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The new measure supplants a 2003 law and among its provisions, mandates journalists, irrespective of their professional experience, possess a university degree, compels reporters to disclose their confidential sources, bars reporting on issues, including public safety, national security, morality and the national economy, and subjects offenders to fines ranging from $2,000 to $6,000 and criminal penalties of up to a maximum life imprisonment.
Free press advocates, including New York-based Committee to Protect Journalists("CPJ") and Human Rights Watch ("HRW"), and France-based Reporters Without Borders ("RWB") all condemned the new law as a major setback to press freedom. Burundi is recovering from the aftermath of a decade-long civil war sparked by the assassination of its first democratically elected president that claimed more than 300,000 lives.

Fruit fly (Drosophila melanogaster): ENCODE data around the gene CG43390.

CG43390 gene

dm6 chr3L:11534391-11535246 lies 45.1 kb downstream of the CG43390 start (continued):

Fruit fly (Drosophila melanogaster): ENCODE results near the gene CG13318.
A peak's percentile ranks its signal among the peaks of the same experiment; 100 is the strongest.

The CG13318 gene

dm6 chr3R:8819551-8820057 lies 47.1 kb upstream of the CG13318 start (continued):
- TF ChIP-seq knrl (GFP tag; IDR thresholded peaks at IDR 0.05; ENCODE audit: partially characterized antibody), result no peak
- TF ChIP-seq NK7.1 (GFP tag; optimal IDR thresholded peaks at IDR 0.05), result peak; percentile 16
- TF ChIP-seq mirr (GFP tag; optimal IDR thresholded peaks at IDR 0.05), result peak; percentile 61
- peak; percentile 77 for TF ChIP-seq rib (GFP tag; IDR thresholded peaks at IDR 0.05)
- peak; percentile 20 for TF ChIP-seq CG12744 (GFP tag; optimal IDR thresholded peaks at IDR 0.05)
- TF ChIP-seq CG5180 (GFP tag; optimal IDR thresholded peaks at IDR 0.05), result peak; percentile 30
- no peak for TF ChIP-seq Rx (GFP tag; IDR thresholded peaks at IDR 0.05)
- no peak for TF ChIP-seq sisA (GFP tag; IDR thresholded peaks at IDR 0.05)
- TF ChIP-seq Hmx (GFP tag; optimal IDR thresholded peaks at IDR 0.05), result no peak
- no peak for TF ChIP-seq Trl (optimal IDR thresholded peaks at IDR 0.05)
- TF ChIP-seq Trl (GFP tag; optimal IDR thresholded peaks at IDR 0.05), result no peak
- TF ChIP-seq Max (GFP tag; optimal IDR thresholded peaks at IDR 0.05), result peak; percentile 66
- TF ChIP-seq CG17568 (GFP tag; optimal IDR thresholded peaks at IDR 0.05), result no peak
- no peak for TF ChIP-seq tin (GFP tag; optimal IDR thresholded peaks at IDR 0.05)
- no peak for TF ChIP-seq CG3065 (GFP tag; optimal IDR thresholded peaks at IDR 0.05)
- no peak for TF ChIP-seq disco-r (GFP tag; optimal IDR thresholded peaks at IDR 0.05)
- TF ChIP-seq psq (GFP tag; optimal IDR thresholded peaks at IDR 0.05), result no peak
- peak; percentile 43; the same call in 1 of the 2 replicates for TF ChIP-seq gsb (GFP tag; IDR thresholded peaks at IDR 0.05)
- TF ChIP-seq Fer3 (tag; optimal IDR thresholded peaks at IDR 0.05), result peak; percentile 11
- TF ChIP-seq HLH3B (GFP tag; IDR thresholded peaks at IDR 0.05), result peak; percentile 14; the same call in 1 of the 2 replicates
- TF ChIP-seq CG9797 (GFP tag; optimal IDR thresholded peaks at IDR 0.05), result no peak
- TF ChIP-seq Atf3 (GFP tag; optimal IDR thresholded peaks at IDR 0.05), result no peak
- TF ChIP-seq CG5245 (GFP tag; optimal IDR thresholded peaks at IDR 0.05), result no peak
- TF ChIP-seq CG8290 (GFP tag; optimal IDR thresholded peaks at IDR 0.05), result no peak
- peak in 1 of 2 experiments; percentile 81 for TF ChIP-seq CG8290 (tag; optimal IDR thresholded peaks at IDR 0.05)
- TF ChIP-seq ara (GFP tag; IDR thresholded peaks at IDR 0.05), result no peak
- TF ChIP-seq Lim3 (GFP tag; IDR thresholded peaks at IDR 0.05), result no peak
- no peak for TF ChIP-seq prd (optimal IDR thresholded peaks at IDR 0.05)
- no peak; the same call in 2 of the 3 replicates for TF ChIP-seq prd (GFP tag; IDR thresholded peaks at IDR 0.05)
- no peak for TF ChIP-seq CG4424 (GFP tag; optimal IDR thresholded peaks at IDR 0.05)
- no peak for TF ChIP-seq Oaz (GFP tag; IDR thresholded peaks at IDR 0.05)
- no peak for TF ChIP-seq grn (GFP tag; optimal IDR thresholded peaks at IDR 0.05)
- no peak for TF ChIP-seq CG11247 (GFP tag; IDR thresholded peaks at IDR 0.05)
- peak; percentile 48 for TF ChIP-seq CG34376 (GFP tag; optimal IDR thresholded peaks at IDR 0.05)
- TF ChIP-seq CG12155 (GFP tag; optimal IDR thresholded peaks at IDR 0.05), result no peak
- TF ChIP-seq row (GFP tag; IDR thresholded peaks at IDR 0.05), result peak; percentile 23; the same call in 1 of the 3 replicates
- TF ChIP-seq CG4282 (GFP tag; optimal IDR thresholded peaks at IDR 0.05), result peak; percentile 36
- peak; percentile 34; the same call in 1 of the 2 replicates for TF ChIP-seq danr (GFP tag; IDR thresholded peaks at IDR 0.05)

Nkurunziza, an insurgent leader during the civil war, was elected in 2005 and re-elected in 2010, though opposition leaders boycotted the most recent election. According to the BBC News report, the African nation's National Communication Council ("NCC") on May 31 imposed a one-month ban on an online forum of the Iwacu newspaper because the NCC claimed readers critical comments ran afoul of the law by endangering national unity.
"This is a black day for freedom on information in Burundi," proclaimed the RWB Web site.